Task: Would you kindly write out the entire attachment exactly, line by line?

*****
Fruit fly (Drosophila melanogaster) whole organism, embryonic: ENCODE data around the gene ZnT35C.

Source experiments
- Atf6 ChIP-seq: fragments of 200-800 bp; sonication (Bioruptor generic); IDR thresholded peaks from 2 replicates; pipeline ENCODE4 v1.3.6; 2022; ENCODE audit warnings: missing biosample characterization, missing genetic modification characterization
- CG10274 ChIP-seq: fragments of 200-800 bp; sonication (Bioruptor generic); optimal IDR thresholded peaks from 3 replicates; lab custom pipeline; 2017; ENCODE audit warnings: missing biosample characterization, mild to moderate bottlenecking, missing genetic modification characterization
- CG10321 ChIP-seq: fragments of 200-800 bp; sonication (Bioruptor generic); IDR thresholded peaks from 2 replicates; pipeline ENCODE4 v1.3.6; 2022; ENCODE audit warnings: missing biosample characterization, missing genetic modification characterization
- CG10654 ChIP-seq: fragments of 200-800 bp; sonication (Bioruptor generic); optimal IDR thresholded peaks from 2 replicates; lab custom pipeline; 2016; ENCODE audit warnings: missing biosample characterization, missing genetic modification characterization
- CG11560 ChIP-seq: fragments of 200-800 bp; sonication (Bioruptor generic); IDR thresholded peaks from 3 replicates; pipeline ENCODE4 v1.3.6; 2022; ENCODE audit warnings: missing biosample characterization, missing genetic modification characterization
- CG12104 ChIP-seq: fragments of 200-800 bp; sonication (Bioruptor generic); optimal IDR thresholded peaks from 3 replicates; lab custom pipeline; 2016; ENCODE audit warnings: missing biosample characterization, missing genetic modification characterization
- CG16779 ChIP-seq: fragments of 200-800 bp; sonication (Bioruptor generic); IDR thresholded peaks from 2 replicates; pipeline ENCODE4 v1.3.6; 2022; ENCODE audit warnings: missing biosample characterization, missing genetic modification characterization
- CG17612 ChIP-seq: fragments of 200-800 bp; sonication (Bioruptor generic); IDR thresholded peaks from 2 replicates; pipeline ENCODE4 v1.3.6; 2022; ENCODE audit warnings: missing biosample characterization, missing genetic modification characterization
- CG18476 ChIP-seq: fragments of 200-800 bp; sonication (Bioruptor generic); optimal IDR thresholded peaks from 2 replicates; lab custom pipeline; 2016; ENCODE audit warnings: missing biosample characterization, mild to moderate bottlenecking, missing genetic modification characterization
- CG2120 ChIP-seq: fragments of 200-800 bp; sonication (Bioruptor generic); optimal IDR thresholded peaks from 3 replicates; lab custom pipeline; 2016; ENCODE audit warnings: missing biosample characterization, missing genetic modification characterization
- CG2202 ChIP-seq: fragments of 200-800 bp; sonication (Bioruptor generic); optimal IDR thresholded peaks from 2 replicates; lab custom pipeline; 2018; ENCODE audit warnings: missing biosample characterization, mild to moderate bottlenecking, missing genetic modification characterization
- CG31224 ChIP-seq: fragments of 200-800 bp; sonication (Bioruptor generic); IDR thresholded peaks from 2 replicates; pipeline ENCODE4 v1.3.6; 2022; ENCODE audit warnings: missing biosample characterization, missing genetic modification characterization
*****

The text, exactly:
Fruit fly (Drosophila melanogaster) whole organism, embryonic: ENCODE data around the gene ZnT35C.

Source experiments
- Atf6 ChIP-seq: fragments of 200-800 bp; sonication (Bioruptor generic); IDR thresholded peaks from 2 replicates; pipeline ENCODE4 v1.3.6; 2022; ENCODE audit warnings: missing biosample characterization, missing genetic modification characterization
- CG10274 ChIP-seq: fragments of 200-800 bp; sonication (Bioruptor generic); optimal IDR thresholded peaks from 3 replicates; lab custom pipeline; 2017; ENCODE audit warnings: missing biosample characterization, mild to moderate bottlenecking, missing genetic modification characterization
- CG10321 ChIP-seq: fragments of 200-800 bp; sonication (Bioruptor generic); IDR thresholded peaks from 2 replicates; pipeline ENCODE4 v1.3.6; 2022; ENCODE audit warnings: missing biosample characterization, missing genetic modification characterization
- CG10654 ChIP-seq: fragments of 200-800 bp; sonication (Bioruptor generic); optimal IDR thresholded peaks from 2 replicates; lab custom pipeline; 2016; ENCODE audit warnings: missing biosample characterization, missing genetic modification characterization
- CG11560 ChIP-seq: fragments of 200-800 bp; sonication (Bioruptor generic); IDR thresholded peaks from 3 replicates; pipeline ENCODE4 v1.3.6; 2022; ENCODE audit warnings: missing biosample characterization, missing genetic modification characterization
- CG12104 ChIP-seq: fragments of 200-800 bp; sonication (Bioruptor generic); optimal IDR thresholded peaks from 3 replicates; lab custom pipeline; 2016; ENCODE audit warnings: missing biosample characterization, missing genetic modification characterization
- CG16779 ChIP-seq: fragments of 200-800 bp; sonication (Bioruptor generic); IDR thresholded peaks from 2 replicates; pipeline ENCODE4 v1.3.6; 2022; ENCODE audit warnings: missing biosample characterization, missing genetic modification characterization
- CG17612 ChIP-seq: fragments of 200-800 bp; sonication (Bioruptor generic); IDR thresholded peaks from 2 replicates; pipeline ENCODE4 v1.3.6; 2022; ENCODE audit warnings: missing biosample characterization, missing genetic modification characterization
- CG18476 ChIP-seq: fragments of 200-800 bp; sonication (Bioruptor generic); optimal IDR thresholded peaks from 2 replicates; lab custom pipeline; 2016; ENCODE audit warnings: missing biosample characterization, mild to moderate bottlenecking, missing genetic modification characterization
- CG2120 ChIP-seq: fragments of 200-800 bp; sonication (Bioruptor generic); optimal IDR thresholded peaks from 3 replicates; lab custom pipeline; 2016; ENCODE audit warnings: missing biosample characterization, missing genetic modification characterization
- CG2202 ChIP-seq: fragments of 200-800 bp; sonication (Bioruptor generic); optimal IDR thresholded peaks from 2 replicates; lab custom pipeline; 2018; ENCODE audit warnings: missing biosample characterization, mild to moderate bottlenecking, missing genetic modification characterization
- CG31224 ChIP-seq: fragments of 200-800 bp; sonication (Bioruptor generic); IDR thresholded peaks from 2 replicates; pipeline ENCODE4 v1.3.6; 2022; ENCODE audit warnings: missing biosample characterization, missing genetic modification characterization